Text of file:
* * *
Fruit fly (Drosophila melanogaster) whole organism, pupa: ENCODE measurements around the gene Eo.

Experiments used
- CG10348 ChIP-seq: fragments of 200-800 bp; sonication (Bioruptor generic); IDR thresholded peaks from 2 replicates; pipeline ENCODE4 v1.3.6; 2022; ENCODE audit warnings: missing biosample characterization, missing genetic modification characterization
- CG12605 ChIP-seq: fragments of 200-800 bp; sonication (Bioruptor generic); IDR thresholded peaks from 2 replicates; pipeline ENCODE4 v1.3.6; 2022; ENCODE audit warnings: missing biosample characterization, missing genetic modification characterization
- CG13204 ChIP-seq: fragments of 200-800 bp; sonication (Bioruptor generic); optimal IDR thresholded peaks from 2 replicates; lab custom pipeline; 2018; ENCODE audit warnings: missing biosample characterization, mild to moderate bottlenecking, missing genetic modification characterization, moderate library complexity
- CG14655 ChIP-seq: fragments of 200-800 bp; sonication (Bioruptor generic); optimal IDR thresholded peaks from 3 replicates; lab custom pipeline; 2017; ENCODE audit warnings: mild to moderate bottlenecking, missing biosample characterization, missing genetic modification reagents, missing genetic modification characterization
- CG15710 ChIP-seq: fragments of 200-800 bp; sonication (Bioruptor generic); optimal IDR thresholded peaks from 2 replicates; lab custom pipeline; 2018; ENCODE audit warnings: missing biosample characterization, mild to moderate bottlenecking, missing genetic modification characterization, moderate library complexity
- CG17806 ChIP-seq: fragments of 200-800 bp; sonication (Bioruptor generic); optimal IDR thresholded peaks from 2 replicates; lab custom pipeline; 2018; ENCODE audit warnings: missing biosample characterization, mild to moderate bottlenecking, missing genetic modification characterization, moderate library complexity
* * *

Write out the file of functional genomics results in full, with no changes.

Fruit fly (Drosophila melanogaster) whole organism, pupa: ENCODE measurements around the gene Eo.

Experiments used
- CG10348 ChIP-seq: fragments of 200-800 bp; sonication (Bioruptor generic); IDR thresholded peaks from 2 replicates; pipeline ENCODE4 v1.3.6; 2022; ENCODE audit warnings: missing biosample characterization, missing genetic modification characterization
- CG12605 ChIP-seq: fragments of 200-800 bp; sonication (Bioruptor generic); IDR thresholded peaks from 2 replicates; pipeline ENCODE4 v1.3.6; 2022; ENCODE audit warnings: missing biosample characterization, missing genetic modification characterization
- CG13204 ChIP-seq: fragments of 200-800 bp; sonication (Bioruptor generic); optimal IDR thresholded peaks from 2 replicates; lab custom pipeline; 2018; ENCODE audit warnings: missing biosample characterization, mild to moderate bottlenecking, missing genetic modification characterization, moderate library complexity
- CG14655 ChIP-seq: fragments of 200-800 bp; sonication (Bioruptor generic); optimal IDR thresholded peaks from 3 replicates; lab custom pipeline; 2017; ENCODE audit warnings: mild to moderate bottlenecking, missing biosample characterization, missing genetic modification reagents, missing genetic modification characterization
- CG15710 ChIP-seq: fragments of 200-800 bp; sonication (Bioruptor generic); optimal IDR thresholded peaks from 2 replicates; lab custom pipeline; 2018; ENCODE audit warnings: missing biosample characterization, mild to moderate bottlenecking, missing genetic modification characterization, moderate library complexity
- CG17806 ChIP-seq: fragments of 200-800 bp; sonication (Bioruptor generic); optimal IDR thresholded peaks from 2 replicates; lab custom pipeline; 2018; ENCODE audit warnings: missing biosample characterization, mild to moderate bottlenecking, missing genetic modification characterization, moderate library complexity